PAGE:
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Letters, May 15

Focus on country’s health

It’s inevitable. And coming with a vengeance. There is ample evidence that the second coronavirus wave due this fall will be worse than our current nightmare.

We have the opportunity to prepare. To manufacture and distribute tests, to get ample PPE, to train and recruit medical staff, to reflect on what has worked and what hasn’t through the lens of science, to develop policy regarding who should be able to go to work and who should quarantine. And in the near future we will likely be dependent on another country for a vaccine and their ability, not ours, to produce hundreds of millions of doses.

Now is the time for proactive, not reactive, leadership. For rational diplomacy. For collaborative leadership, rather than adversarial. Unfortunately, as has been demonstrated repeatedly in this crisis, our president is not capable of any of this governance.

Forget the happy talk. This crisis, unless the reckless and incoherent direction changes, will persist and accelerate. This is not the time for diverting attention by blaming China or Obama based on conspiracy theories. The focus needs to be the health of the country.

John Hamilton



As sentient beings we’ve evolved a sophisticated protocol for advancing our understanding of the world around us. It takes an idea from contention (something that could be) to hypothesis (something worth testing) to theory (something providing consistent and replicable results via testing and experimentation). We call this scientific method.

So where do conspiracy theories fall on this spectrum? For the vast majority, theory is a complete misnomer — they are simply contentions. They aren’t tested — and when they are they generally don’t hold water (aka debunked). This is not to say that a “conspiracy theory” might not be true — it has happened — but even then it doesn’t tend to arise to the level of theory because it isn’t about a physical phenomenon but rather some kind of transient (mis)behavior.

So why do conspiracy theories abound? First, they’re free — it takes no expertise, energy, or protocol to simply sound off. Next, they’re comfortable because they generally fit tightly with what the individual already believes to be true. Finally, they put ignorance on an equal footing with scholarship — those who skipped school can out-shout those who skipped grades. And then the Dunning Kruger effect kicks into overdrive.

Dennis Q. Murphy


Timber sale is damaging

The BLM is planning the Poor Windy timber sale just north of Grants Pass, which crosses five different watersheds and intends to harvest old-growth trees of 160-plus years.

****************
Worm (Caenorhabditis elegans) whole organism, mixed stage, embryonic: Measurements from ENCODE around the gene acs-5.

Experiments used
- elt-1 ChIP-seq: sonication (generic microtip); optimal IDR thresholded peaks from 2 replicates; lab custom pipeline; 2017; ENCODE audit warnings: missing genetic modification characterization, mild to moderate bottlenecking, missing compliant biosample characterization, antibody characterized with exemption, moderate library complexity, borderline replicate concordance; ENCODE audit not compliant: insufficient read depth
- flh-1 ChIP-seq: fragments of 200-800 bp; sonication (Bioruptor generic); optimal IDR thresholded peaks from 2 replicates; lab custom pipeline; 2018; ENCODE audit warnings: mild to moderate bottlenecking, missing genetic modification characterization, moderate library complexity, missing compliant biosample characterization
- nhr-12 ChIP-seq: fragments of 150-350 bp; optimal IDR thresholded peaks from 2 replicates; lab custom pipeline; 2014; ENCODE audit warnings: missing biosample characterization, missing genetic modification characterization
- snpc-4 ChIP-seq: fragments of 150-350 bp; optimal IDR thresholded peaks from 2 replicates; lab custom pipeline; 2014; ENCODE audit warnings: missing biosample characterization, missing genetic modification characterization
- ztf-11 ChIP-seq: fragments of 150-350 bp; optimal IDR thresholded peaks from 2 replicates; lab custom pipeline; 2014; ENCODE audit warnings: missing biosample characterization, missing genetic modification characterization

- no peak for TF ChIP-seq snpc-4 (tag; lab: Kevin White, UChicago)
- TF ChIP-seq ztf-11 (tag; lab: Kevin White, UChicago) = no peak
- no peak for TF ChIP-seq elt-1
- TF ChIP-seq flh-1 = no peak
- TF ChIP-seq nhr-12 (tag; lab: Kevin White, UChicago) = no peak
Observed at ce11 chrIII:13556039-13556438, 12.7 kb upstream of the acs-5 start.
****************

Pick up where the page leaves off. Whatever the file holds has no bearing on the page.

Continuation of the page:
It is disappointing that during our current public health crisis and severe drought, the BLM wants to remove old-growth trees. Our old-growth trees are invaluable because of their drought and fire resiliency as well as their magnificence. This devastating timber sale would create a drier, more fire-prone landscape by removing the forest canopy and compromise water quality by increasing sedimentation from new roads.

Fires near communities not only are a risk to our homes, their smoke compromises our respiratory health, creating a formula for more severe cases of COVID-19. During these difficult times we need the BLM to work with our communities to help us become safer, more fire- and drought-resilient.

With a combination of a changing climate, severe drought and public health emergency, I find it completely unintelligent and unethical to remove our last remaining old growth forests. Overall, the sale would jeopardize our quality of life and increase health risks in the Rogue Valley. How can we collaborate to protect our forests and communities?

Clair Highfield


Politicizing the CDC

There was a time not too long ago when the democracies of the Western world, like the United States, would criticize communist nations for the control party members had over governmental activities. Statements coming out of those countries were not to be trusted.

How different is that from the current muzzling of the CDC, the agency that has consistently provided us with helpful, truthful information when we and the world needed it? I guess leading a constitutional democracy is lot harder than being a dictator.

Miriam and Stan Schiffman


COVID-19 and democracy

In 2007 Naomi Klein wrote the seminal book, “The Shock Doctrine.” It explained how disasters, be they natural (floods and pandemics) or intentional (wars and sanctions), are used to garner wealth at the expense of people and nations. The COVID-19 pandemic seems to prove this point as the wealthiest are sure making out like bandits during this disaster.